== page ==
IN THE UNITED STATES DISTRICT COURT
FOR THE DISTRICT OF ARIZONA
CABLE NEWS NETWORK, INC./HEADLINE NEWS C/O Turner Broadcasting Inc.;
AMERICAN BROADCASTING COMPANY, Plaintiff INC.); KVOA COMMUNICATIONS, INC.;
KGUN INC.; KOLD INC.; KNST INC.; “JOHN DOE Defendants,”
|PLAINTIFF’S REPLY IN SUPPORT OF HIS
STATEMENT OF FACTS IN SUPPORT OF HIS COMPLAINT
The Plaintiff hereby submits a Reply in Support
of his Statemement of Material Facts. This will address particular
objections of CNN and TBS, KGUN, and KVOA, but of course apply to Defendants
ABC, KNST and KOLD as well as the Defendants are inextricably intertwined.
CNN and TBS
Defendants CNN in their “Reply in Support.
. .to Dismiss” combined with its “Response in Opposition to Plaintiff’s
Motion to Stay. . .” displays nothing more than this Defendant’s
attempt to confuse the Court of the facts in this case and undermine and
obstruct justice. First of all, CNN’s counsel has witnessed nothing
and is in no position to refute facts witnessed by the Plaintiff.
In addition, this counselor is misstating, or outright creating his own
facts and opinions to try to confuse the Court of the true facts presented
by the Plaintiff. For example, CNN’s opening remark claiming
Plaintiff’s response was “untimely” begins the numerous false
inferences CNN presents in its defense pleadings. Plaintiff’s sealed
response was filed with the Clerk of the Court prior to the deadline.
It is this type of language in CNN’s pleadings that would lead one to believe
Mr. Bodney was the actual defendant and could therefore try to refute facts
he witnessed. Mr. Bodney is neither a defendant nor a witness and
has therefore offered nothing but his baseless opinions to facts in order
to dodge the truth. As a result of this, the Plaintiff will decipher
through all this nonsense for the Court.
CNN purports to confuse and dupe the Court
by claiming certain facts presented by the Plaintiff are “unwarranted
inferences” that are unprovable . Specifically, CNN focuses on
Plaintiff’s fact # 53 or 9(c) of Affidavit # 2.
Nothing could be further from the truth. Archives in this Defendant’s
possession (and others) will verify this. Further, for CNN’s counsel
to try and compare technologically possible surveillance activities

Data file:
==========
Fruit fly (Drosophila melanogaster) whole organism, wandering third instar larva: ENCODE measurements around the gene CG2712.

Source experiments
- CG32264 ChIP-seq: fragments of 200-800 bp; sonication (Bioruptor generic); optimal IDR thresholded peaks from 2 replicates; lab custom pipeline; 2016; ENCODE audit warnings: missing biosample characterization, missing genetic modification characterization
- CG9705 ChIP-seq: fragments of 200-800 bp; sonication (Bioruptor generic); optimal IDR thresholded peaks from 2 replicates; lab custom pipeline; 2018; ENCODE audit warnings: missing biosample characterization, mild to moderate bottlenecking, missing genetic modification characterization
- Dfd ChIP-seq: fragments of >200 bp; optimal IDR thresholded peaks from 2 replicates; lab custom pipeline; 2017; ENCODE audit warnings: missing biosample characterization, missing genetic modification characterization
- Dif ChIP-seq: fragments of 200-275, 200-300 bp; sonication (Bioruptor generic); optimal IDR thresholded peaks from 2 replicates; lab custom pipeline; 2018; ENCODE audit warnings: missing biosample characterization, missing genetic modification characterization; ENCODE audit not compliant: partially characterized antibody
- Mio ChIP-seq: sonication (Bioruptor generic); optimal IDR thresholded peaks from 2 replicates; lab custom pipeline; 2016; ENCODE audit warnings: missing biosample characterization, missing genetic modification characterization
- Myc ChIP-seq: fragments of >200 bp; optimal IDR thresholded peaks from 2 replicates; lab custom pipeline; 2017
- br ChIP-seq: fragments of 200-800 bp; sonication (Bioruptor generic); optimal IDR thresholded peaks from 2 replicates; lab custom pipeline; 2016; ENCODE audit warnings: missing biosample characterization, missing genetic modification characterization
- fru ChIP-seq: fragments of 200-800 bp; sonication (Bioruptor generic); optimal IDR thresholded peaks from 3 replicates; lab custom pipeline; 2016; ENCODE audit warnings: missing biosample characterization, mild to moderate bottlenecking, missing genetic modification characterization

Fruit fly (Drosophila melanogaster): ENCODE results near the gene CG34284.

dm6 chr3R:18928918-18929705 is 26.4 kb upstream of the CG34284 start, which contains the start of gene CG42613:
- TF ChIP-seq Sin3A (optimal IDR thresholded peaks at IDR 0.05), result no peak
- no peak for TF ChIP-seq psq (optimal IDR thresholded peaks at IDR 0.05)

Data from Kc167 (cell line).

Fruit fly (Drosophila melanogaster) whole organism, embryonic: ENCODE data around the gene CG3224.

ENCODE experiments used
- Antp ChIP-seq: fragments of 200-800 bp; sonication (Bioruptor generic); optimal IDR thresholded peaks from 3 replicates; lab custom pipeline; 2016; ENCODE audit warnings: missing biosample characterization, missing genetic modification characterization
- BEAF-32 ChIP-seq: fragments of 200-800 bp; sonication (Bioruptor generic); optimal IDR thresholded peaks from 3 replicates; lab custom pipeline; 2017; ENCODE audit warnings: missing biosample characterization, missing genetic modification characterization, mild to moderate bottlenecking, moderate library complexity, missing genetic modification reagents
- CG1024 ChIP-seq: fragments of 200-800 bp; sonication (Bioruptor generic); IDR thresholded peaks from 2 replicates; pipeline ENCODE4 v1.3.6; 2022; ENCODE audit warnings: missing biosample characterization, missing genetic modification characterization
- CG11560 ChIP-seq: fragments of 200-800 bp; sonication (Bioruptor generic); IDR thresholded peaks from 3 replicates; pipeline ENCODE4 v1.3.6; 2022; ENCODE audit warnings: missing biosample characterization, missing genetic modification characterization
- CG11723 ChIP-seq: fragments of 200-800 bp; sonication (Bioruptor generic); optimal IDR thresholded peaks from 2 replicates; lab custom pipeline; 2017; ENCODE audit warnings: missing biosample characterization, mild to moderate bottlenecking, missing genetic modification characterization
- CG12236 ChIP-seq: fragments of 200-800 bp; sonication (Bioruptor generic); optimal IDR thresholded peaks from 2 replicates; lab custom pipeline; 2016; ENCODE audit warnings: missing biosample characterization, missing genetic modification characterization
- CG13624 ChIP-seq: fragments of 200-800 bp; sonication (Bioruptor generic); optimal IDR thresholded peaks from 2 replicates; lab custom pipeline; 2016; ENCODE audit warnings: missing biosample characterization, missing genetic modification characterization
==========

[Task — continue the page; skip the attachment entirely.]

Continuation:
with his cite of Kish v. Videtti/Hussen (D.D.C., 1992) in which
apparently Plaintiff claimed defendants “conspired to ‘transmit radio waves
to her brain in an attempt to torture her and frame her for various actions’”
(CNN Reply in Support at p. 4, l. 11) does not compare to Plaintiff’s provable
facts and Complaint. None of Plaintiff’s facts allege any such activity
regarding “beamed messages” as alleged in Kish. (supra.) Perhaps
the Court should remind CNN’s counsel of its duty as an attorney, to argue
the law and not rephrase or otherwise garble the facts. No matter how hard
defense counsel tries to distort the facts, he can not change the truth.
Furthermore, the action by Kathleen Kennedy is not entirely unusual in
that anchors often make remarks to people they know who are at home
as some sort of communication to “say hello,” (i.e. a husband who is an
anchor tells his child “watch TV during the 9:00 p.m. broadcast and I’ll
say ‘hi Johnnie;’ or perhaps ‘I’ll give you a wink.’”). In this case,
however, such action only evidences surveillance upon the Plaintiff
as of course the Plaintiff does not know nor was there any agreement between
the Plaintiff and the host. A bizarre act, yes, impossible or unprovable,
no. In addition, Plaintiff stated such an act was “aghastly” realized.
The discussion in the legal treatise Warrantless Satellite Surveillance:
Will our 4th Amendment Rights Be Lost in Space? states the obvious:
the potential exists for unknown sources to scrutinize another’s activities
without his knowledge or consent.” (John Marshall Journal of Computer
and Informational Law Vol. XIII. n. 4, p. 731, 1995, bold added).
Had it not been for the Defendants’ desires to judge Plaintiff and make
the remarks they did, obviously Plaintiff would likely never have discovered
such surveillance activities, or at least the extent or who was involved.
Finally, CNN’s premise is failed as it does
nothing to support its unsupported claim that Plaintiff has no recognized
legal theory other than its suggestion Plaintiff had an “unfortunate delusion.”
(CNN Reply at p. 1) CNN’s empty apparent name calling only suggests
that CNN’s counsel also believes prestigious law schools such as
John Marshall and Stanford devote numerous pages of well detailed